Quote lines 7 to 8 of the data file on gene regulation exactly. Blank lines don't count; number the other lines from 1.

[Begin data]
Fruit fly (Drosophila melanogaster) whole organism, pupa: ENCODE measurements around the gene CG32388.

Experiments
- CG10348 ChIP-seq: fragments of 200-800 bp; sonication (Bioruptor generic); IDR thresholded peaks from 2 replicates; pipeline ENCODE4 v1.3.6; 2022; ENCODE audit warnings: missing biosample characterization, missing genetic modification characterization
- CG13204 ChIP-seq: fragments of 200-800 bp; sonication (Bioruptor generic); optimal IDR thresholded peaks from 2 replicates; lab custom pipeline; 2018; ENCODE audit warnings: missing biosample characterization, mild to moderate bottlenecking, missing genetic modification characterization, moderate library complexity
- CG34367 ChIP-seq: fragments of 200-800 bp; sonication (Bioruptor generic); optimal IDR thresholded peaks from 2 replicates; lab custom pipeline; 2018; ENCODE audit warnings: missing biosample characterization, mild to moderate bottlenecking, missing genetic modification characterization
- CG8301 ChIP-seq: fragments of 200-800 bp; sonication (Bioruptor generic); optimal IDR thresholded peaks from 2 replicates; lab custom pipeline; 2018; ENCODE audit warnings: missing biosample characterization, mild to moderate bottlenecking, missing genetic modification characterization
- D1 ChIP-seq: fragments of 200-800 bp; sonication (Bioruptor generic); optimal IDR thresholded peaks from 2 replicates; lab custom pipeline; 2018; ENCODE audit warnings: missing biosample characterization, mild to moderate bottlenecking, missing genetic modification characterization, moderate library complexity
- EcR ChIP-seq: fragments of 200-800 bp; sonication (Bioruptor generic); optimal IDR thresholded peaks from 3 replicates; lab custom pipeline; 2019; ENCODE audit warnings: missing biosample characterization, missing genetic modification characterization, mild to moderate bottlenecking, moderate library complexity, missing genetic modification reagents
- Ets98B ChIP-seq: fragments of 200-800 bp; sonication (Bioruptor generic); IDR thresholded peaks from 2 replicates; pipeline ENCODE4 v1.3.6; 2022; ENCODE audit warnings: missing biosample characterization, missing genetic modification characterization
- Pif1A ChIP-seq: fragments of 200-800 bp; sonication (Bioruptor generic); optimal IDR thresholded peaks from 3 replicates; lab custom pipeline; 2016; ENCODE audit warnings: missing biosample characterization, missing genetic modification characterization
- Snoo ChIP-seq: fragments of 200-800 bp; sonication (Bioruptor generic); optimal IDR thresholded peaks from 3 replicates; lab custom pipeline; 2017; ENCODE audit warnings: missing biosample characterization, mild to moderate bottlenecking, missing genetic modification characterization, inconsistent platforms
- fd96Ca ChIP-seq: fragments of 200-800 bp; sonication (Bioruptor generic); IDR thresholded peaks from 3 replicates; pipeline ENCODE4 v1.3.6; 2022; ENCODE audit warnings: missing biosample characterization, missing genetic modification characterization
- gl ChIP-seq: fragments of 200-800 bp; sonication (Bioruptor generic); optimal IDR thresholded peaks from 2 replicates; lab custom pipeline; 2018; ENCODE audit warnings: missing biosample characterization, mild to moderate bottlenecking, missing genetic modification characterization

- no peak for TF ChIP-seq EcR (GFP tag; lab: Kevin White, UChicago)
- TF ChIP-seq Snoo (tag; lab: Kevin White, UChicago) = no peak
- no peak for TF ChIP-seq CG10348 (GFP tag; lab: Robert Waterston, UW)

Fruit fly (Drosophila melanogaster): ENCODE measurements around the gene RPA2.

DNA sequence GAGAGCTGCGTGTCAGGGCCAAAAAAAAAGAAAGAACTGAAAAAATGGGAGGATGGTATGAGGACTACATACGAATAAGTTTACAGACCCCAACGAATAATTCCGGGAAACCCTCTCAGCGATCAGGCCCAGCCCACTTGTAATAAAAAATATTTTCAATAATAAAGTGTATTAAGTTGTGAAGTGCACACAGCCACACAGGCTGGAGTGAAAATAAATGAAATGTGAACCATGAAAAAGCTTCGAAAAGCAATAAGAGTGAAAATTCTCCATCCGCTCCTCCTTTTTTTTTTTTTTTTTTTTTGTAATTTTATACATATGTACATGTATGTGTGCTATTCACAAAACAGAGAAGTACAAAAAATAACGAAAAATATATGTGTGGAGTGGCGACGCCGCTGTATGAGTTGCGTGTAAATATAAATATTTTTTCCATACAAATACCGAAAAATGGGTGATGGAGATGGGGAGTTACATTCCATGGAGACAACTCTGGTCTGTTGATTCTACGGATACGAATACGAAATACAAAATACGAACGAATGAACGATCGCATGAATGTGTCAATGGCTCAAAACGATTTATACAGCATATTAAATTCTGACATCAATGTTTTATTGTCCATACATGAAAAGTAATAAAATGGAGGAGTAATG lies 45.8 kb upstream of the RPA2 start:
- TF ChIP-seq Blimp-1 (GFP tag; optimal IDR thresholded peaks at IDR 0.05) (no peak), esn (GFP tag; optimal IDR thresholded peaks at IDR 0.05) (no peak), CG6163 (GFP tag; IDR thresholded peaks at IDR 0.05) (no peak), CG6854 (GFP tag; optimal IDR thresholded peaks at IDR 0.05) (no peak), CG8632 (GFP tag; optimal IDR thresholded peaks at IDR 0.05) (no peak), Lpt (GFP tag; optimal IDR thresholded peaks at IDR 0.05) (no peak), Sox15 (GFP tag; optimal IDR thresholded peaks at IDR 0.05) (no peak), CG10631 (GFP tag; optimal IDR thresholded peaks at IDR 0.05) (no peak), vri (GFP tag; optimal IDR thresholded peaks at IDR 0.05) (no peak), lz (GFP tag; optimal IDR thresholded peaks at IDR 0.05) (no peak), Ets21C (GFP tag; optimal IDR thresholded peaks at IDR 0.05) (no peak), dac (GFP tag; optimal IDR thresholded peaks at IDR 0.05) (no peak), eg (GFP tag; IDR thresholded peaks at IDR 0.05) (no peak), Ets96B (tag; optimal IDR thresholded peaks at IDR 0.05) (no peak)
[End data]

- D1 ChIP-seq: fragments of 200-800 bp; sonication (Bioruptor generic); optimal IDR thresholded peaks from 2 replicates; lab custom pipeline; 2018; ENCODE audit warnings: missing biosample characterization, mild to moderate bottlenecking, missing genetic modification characterization, moderate library complexity
- EcR ChIP-seq: fragments of 200-800 bp; sonication (Bioruptor generic); optimal IDR thresholded peaks from 3 replicates; lab custom pipeline; 2019; ENCODE audit warnings: missing biosample characterization, missing genetic modification characterization, mild to moderate bottlenecking, moderate library complexity, missing genetic modification reagents